In recent weeks the news of ISIS brides wanting to return to Western nations has been dominating headlines.
Women such as Shamima Begum are living in refugee camps, pleading with their home countries to allow them to return.
In most cases, they are being denied.
Listen to The Quicky: What happens when ISIS brides want to come home? Post continues after audio.
But how did they get there? What kind of propaganda did the Islamic State put out there to get these teenagers – some as young as 15 – to leave their lives to join the fight in Iraq and Syria?
It turns out, exploiting typical teen desires and using platforms they were already familiar with – namely social media – was a major part of the IS recruitment drive.
Jacinta Carroll, a senior research fellow in counter terrorism at the Australian National University’s National Security College told Mamamia‘s new podcast The Quicky the Islamic State was very good at honing in on the natural desire for justice that teens and youths have.
She said those who joined the caliphate had some kind of precondition.
“And that is either that the person feels strongly about a particular issue, they might come from a family or identify with a particular group that feels that there is some kind of injustice, but also what we’ve seen in those cases that we’ve been able to dive into, those people who have come out of Iraq or Syria… Is that many people, particularly those who were from the west, is that they were driven from the sort of thing that drives a student to protest,” she explained.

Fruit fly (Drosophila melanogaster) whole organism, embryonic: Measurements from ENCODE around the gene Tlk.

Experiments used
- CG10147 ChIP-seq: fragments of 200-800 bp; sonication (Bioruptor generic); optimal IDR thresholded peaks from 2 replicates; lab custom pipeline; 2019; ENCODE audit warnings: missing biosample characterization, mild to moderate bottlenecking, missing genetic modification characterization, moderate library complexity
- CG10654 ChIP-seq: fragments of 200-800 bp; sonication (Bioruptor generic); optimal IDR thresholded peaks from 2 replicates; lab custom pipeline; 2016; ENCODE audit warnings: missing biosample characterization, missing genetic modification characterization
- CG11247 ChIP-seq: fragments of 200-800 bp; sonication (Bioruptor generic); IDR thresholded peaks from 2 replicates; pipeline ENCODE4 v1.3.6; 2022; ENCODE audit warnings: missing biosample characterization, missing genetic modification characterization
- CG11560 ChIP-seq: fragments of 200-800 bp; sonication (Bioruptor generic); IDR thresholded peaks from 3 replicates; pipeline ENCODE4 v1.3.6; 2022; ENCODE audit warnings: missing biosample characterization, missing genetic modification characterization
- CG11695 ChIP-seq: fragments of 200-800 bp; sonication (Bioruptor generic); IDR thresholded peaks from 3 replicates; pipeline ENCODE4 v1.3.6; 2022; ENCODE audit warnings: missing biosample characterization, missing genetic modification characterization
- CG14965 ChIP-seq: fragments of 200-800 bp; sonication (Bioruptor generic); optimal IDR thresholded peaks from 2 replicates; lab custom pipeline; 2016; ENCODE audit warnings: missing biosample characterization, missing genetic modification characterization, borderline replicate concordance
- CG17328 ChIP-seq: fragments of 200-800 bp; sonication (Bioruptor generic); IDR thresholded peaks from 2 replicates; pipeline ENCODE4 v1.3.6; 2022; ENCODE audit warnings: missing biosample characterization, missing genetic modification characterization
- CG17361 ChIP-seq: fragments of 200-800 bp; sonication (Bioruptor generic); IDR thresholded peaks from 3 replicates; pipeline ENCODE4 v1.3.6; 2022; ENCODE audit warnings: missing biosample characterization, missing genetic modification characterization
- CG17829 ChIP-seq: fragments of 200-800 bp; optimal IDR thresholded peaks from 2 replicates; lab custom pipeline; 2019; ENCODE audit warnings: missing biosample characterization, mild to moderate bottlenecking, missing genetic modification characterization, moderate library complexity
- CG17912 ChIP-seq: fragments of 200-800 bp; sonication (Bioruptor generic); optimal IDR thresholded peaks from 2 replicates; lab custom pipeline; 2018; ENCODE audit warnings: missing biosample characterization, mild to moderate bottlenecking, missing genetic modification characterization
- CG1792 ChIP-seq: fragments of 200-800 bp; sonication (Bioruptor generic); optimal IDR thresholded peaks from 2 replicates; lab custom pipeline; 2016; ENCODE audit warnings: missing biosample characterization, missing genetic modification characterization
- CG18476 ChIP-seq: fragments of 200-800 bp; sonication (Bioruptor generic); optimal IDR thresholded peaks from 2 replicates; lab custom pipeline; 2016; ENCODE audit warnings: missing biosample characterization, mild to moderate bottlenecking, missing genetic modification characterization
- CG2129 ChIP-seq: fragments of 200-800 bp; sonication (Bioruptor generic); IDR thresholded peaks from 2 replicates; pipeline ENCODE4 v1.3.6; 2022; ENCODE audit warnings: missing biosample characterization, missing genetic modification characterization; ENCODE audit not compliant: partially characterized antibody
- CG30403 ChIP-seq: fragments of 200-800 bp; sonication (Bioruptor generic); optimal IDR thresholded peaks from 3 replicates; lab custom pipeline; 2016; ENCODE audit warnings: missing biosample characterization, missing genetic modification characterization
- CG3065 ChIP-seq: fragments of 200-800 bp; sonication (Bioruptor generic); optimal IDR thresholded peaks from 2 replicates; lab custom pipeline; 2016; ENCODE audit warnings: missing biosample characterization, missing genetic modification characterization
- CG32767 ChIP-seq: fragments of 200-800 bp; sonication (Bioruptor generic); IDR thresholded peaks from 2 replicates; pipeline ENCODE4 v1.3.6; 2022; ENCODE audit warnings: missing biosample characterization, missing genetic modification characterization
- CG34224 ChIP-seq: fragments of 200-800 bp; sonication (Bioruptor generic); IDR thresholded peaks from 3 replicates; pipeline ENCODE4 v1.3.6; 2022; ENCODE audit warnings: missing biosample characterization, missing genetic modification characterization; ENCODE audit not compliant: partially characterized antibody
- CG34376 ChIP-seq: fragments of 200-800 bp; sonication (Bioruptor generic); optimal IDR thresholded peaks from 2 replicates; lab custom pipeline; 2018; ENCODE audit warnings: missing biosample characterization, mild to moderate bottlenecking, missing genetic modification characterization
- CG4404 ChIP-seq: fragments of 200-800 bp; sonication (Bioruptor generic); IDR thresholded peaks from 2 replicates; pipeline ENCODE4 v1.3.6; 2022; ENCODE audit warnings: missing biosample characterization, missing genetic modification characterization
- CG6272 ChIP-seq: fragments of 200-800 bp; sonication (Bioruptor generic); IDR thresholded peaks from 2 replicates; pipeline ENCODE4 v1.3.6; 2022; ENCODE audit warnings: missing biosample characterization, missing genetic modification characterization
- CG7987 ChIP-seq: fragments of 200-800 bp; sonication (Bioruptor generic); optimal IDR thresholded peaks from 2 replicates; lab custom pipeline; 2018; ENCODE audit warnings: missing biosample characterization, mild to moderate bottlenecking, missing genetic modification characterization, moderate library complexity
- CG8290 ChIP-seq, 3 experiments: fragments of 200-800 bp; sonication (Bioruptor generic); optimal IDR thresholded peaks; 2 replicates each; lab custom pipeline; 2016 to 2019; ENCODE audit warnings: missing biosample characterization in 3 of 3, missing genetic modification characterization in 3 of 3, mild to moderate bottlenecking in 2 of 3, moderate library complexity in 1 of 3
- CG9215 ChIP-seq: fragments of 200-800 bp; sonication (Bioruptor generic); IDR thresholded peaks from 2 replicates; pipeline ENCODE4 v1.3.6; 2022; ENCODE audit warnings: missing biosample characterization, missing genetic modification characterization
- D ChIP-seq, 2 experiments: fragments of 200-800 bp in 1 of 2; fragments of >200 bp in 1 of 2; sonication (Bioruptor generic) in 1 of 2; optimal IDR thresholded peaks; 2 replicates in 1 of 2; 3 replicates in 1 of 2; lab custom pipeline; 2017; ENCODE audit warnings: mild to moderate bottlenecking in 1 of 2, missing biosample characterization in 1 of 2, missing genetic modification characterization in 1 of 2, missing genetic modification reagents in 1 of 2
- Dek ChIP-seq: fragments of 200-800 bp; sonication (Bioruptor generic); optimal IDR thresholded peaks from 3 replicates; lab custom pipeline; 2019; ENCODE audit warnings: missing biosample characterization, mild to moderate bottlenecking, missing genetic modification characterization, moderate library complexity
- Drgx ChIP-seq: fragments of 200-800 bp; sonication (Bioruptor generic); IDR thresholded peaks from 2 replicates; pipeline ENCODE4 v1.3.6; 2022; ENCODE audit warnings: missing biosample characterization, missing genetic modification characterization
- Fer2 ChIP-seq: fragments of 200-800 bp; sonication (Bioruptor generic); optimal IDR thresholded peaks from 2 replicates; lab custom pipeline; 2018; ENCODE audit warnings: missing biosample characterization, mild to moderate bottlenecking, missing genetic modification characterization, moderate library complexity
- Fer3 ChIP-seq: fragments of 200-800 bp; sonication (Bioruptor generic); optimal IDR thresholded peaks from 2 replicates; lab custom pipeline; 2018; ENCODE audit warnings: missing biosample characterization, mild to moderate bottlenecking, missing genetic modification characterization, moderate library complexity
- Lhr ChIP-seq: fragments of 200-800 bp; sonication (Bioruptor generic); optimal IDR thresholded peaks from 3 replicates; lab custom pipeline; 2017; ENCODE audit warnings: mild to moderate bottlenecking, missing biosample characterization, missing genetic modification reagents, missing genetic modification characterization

“Most of us in our youth and teens and early 20s have a strong sense of social justice and trying to create a new world. Islamic State was very effective at capturing that, honing in on that and of course not leaving it at leading a protest at a school or university.”
She said ISIS was very good at creating a romanticised version of what lives could be like for these young people in the Islamic State.
For women, the idea of finding "love with a very honourable warrior" was presented. That the women were princess' that were "protected and respected".